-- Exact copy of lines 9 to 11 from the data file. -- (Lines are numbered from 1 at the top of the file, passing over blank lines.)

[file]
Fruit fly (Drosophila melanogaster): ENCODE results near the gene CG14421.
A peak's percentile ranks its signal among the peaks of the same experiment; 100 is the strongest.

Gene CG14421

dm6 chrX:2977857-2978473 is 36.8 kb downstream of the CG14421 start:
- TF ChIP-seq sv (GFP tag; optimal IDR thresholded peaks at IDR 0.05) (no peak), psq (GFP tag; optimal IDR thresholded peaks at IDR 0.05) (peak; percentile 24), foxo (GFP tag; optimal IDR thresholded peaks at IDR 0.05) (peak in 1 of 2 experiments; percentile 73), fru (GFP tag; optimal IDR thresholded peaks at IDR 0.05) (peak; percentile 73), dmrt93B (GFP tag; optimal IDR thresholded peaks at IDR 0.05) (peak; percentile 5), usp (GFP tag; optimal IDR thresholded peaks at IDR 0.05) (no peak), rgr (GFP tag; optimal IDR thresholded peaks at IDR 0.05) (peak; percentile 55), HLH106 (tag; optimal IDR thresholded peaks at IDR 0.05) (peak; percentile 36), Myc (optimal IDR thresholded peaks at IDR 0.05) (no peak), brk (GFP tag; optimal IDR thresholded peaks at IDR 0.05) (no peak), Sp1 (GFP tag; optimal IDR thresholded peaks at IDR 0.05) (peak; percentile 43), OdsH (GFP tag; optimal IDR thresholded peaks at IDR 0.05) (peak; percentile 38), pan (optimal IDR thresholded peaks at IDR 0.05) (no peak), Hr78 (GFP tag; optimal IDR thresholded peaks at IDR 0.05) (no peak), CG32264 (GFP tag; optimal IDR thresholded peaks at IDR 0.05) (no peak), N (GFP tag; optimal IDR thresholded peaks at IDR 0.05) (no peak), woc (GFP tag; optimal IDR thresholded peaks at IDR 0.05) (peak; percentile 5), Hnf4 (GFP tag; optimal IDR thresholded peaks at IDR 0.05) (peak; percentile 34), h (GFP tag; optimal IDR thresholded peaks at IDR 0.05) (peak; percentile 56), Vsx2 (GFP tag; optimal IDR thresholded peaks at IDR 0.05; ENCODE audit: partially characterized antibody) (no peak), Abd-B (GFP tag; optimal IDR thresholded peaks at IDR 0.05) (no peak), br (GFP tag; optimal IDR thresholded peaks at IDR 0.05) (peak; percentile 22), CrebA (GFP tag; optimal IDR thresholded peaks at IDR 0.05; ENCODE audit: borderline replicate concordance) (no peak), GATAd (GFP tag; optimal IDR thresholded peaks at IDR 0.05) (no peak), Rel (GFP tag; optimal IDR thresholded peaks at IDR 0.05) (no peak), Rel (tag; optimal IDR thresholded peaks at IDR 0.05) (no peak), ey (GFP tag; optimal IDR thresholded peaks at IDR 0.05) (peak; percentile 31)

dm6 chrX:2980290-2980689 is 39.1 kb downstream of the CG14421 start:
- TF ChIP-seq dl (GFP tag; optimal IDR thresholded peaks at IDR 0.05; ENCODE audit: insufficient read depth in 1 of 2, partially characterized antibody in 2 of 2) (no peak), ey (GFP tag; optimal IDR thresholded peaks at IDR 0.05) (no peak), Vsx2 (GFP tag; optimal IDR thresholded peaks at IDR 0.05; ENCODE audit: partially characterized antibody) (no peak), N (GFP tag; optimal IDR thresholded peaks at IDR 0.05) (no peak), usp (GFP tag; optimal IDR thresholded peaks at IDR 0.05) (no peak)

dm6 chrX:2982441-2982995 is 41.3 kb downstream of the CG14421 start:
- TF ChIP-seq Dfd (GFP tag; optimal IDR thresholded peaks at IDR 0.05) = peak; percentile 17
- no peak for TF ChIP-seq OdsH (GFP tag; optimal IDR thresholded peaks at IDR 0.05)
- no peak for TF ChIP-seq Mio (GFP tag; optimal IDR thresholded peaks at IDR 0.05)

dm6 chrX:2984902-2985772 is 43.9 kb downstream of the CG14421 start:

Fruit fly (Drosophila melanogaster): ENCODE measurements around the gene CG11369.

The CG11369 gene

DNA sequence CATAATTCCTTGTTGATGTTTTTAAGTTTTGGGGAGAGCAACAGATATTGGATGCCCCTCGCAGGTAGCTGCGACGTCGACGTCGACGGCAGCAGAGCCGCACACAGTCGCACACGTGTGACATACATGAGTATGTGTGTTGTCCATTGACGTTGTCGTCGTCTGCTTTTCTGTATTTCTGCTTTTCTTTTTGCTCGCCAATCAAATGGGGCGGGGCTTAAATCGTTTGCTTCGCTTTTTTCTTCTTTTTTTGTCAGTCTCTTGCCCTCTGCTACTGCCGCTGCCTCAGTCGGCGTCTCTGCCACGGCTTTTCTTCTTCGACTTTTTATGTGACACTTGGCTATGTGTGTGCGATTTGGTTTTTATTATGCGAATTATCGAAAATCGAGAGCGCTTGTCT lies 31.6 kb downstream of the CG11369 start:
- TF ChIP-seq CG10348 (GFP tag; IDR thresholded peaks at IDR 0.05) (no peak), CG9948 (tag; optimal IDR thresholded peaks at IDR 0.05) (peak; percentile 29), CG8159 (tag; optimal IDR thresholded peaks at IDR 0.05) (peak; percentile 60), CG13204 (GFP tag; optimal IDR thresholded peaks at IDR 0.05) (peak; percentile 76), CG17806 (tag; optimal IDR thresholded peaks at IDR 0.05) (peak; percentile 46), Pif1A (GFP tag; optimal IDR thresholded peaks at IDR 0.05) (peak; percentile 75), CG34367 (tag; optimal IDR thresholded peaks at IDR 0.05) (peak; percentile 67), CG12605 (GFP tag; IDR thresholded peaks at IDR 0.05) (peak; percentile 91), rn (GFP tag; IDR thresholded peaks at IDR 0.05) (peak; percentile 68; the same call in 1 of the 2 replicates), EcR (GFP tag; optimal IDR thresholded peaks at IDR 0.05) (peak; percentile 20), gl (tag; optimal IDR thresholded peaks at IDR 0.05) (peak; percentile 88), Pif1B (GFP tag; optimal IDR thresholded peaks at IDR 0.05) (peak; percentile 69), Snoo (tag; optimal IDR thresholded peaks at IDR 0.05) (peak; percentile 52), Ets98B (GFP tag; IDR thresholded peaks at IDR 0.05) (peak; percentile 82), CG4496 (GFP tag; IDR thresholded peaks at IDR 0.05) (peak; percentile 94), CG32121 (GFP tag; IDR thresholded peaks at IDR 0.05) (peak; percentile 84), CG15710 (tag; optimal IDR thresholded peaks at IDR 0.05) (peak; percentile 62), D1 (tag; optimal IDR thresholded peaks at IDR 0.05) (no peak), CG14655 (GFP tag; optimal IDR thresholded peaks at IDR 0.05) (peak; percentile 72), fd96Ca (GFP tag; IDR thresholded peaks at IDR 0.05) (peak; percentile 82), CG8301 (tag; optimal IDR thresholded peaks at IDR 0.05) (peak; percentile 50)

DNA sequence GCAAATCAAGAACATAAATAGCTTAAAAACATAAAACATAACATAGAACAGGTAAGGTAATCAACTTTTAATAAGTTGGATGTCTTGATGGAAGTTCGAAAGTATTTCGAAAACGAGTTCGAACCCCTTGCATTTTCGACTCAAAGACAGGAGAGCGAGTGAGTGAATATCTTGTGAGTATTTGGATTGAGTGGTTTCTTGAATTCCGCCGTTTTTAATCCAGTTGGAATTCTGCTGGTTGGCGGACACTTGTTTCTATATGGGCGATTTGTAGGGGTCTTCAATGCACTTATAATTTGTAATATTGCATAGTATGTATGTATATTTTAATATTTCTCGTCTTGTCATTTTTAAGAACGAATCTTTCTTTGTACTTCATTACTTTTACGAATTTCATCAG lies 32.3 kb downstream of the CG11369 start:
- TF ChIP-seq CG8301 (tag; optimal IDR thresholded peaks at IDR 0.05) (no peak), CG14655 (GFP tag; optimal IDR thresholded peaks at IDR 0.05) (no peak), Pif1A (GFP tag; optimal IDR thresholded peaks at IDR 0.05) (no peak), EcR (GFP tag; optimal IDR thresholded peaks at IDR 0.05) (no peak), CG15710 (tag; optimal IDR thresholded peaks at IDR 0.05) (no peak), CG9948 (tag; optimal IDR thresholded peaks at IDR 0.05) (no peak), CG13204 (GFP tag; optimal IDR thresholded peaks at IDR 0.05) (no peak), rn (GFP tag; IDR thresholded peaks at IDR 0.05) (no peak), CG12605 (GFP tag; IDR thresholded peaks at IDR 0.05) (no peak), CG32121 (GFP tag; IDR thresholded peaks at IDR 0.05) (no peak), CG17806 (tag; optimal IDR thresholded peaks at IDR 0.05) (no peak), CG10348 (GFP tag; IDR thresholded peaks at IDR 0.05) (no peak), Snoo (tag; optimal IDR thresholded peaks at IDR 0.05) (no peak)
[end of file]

- TF ChIP-seq Dfd (GFP tag; optimal IDR thresholded peaks at IDR 0.05) = peak; percentile 17
- no peak for TF ChIP-seq OdsH (GFP tag; optimal IDR thresholded peaks at IDR 0.05)
- no peak for TF ChIP-seq Mio (GFP tag; optimal IDR thresholded peaks at IDR 0.05)